• Countryaah: Do you know how many people there are in Samoa? Check this site to see population pyramid and resident density about this country.

As in other Polynesian societies, obesity and diabetes have developed into an epidemic in Samoa. It is estimated that 75% of the adult male population is overweight. The Samoans' strong physique has meant that they are valued athletes in professional sports such as sumo wrestling, rugby and American football.

Samoa Population

Language

Samoan, which along with English is the official language of Samoa, belongs to the Polynesian branch of the oceanic languages. Characteristic of Samoan, as of many of the other Polynesian languages, is a single sound system paired with a largely context-based meaning content. In addition to small dialect differences between the districts, there is a special ceremonial language used before God, high-ranking people and guests. approximately half of the population also speaks English.

Constitution

Samoa's constitution of 1960 mixes Polynesian and British traditions. The executive lies with the head of state; in 2000 this is Tanumafili 2., which holds the post for life. After him, the head of state will be elected by the Legislative Assembly (Fono) for a five-year term. The Legislative Assembly has 47 members representing the Samoa people. They are elected by ordinary election, but the candidates are, with few exceptions, elected head of the family, matai, of whom there are approximately 20,000. In addition, two members of the non-Samoan population are elected. A prime minister is leading the government, which must have the confidence of parliament.

History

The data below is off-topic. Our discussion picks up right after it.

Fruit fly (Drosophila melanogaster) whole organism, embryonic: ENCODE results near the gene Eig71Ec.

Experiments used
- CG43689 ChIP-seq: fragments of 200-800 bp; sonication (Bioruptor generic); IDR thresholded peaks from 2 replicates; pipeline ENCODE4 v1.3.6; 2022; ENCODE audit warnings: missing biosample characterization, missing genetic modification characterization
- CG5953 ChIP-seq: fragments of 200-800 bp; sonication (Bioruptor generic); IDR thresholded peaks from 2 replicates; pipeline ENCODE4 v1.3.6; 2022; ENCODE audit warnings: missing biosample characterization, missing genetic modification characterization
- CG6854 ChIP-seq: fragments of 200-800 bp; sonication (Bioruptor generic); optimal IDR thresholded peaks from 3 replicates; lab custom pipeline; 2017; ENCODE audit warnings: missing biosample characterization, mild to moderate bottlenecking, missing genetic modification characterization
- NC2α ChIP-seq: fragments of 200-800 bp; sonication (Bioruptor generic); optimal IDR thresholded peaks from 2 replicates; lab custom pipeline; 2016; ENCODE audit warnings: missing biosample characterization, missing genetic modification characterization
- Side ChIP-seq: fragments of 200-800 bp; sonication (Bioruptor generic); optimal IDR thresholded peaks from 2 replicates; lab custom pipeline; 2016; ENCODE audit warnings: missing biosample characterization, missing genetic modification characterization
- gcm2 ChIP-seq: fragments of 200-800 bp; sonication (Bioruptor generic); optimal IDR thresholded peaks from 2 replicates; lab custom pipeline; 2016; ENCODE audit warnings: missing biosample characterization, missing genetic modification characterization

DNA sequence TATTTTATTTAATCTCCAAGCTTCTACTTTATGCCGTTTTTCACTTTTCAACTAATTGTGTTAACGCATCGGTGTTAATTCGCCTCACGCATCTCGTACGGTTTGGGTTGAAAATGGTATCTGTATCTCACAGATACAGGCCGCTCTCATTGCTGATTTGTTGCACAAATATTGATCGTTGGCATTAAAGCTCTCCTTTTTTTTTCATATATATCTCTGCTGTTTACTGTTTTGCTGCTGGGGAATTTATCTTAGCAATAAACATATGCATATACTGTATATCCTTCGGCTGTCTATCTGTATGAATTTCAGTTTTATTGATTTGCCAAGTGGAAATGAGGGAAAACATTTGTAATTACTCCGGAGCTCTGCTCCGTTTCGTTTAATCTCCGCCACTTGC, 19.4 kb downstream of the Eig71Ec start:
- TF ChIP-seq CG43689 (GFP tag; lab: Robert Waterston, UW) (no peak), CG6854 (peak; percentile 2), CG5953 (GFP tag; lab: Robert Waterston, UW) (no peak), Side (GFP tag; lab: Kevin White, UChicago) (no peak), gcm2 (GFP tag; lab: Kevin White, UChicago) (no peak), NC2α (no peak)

Samoa was populated approximately 1000 BC in connection with the spread of the Polynesian people. In prehistoric times, there were regular contacts to Fiji, Tonga, and other surrounding islands, and for a long period, probably between 950 and 1250 AD, Samoa was under Tongan control. Society was hierarchically organized without, however, forming a political entity. The individual villages were independent, and each extended family controlled one or more of the ranked chieftain titles (matai). From 1722 there was irregular contact with Europeans until the missionary John Williamsin 1830 laid the foundation for the introduction of Christianity. From 1857, Samoa was the center of the German Godeffroy Company's trade and plantation activities in the Central and Western Pacific, and a significant number of people from other countries were brought to Samoa as labor. With the advent of firearms and Western technology, the struggle of the supreme chiefs for supremacy intensified, and in the late 1800's. Samoa became an international issue of conflict; Germany and the United States divided the islands between themselves in 1899, while Britain left Samoa in return for Tonga and the Solomon Islands. After World War I, German Western Samoa passed to New Zealand as a mandate area under the League of Nations, from 1946 under the UN. The Samoans' dissatisfaction with New Zealand rule was strong, and in 1962 they gained independence. The Matais system and traditional culture continue to hold a strong position in Samoa.